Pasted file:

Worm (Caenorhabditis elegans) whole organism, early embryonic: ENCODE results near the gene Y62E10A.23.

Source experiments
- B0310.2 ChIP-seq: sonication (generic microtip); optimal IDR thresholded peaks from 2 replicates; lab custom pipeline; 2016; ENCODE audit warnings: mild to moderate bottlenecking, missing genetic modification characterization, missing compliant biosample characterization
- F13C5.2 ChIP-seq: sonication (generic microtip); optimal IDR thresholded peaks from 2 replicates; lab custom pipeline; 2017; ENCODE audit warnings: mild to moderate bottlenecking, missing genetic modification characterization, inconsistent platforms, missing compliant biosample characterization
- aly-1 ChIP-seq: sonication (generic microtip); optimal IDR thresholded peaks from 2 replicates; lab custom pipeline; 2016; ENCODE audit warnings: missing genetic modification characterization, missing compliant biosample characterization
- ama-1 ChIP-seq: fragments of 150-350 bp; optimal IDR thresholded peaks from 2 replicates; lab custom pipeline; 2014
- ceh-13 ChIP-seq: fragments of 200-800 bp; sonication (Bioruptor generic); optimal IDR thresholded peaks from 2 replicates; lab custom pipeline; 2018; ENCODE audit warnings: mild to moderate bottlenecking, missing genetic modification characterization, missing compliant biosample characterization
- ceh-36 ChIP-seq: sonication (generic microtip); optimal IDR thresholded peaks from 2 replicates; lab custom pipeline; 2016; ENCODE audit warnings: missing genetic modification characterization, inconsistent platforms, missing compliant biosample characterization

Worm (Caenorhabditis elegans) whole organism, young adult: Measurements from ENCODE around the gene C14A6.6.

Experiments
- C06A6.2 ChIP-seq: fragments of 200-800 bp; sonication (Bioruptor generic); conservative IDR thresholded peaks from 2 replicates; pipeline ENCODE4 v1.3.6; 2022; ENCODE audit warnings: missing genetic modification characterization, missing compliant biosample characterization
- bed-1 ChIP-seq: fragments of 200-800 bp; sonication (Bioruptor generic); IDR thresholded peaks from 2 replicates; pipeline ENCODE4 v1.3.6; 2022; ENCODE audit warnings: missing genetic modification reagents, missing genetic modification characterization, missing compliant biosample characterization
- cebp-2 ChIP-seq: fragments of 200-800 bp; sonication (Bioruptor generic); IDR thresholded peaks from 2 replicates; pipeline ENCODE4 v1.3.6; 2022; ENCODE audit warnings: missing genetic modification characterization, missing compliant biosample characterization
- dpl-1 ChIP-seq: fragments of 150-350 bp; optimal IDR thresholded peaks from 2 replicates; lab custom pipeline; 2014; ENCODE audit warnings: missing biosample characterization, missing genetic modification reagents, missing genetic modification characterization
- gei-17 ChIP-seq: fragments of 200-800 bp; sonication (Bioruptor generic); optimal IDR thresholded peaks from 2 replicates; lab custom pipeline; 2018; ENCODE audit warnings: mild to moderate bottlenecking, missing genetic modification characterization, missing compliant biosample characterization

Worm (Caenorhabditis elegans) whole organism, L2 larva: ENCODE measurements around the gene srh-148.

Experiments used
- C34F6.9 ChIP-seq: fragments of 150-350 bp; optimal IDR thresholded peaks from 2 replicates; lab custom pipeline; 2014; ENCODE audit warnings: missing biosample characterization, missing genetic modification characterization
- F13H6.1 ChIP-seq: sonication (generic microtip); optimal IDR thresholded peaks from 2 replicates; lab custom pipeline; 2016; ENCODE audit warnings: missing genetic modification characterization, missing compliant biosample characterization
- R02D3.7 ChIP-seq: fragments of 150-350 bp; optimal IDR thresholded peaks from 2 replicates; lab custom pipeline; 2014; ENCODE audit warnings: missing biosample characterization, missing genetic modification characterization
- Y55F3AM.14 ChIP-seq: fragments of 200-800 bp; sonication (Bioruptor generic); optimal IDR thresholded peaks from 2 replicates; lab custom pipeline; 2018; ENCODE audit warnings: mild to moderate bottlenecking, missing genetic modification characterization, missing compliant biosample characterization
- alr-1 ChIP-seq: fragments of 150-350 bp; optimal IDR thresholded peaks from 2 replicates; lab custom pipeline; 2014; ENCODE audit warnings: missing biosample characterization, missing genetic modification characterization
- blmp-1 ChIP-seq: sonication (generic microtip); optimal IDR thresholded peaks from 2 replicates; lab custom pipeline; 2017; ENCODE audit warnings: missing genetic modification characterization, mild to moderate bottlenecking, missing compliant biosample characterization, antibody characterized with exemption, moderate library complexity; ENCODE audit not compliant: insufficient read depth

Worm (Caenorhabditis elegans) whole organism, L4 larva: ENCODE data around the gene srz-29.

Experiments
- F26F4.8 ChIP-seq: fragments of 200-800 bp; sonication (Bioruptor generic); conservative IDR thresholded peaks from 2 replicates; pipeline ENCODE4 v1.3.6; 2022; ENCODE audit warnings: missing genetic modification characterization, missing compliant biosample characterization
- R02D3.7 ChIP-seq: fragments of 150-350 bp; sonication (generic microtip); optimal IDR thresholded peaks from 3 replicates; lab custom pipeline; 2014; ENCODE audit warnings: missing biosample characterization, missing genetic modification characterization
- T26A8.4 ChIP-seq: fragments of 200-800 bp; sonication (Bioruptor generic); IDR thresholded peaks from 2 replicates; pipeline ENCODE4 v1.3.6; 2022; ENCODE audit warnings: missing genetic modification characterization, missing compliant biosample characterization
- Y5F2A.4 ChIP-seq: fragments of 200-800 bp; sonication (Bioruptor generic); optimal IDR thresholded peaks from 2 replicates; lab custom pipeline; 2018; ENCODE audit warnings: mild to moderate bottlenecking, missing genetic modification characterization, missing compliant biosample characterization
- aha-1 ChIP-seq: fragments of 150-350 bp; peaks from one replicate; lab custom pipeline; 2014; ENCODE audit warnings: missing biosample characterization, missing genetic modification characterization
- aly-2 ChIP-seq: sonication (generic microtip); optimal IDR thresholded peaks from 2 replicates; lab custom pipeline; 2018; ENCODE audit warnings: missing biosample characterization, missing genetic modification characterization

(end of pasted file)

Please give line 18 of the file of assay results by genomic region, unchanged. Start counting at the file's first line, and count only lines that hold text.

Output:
- C34F6.9 ChIP-seq: fragments of 150-350 bp; optimal IDR thresholded peaks from 2 replicates; lab custom pipeline; 2014; ENCODE audit warnings: missing biosample characterization, missing genetic modification characterization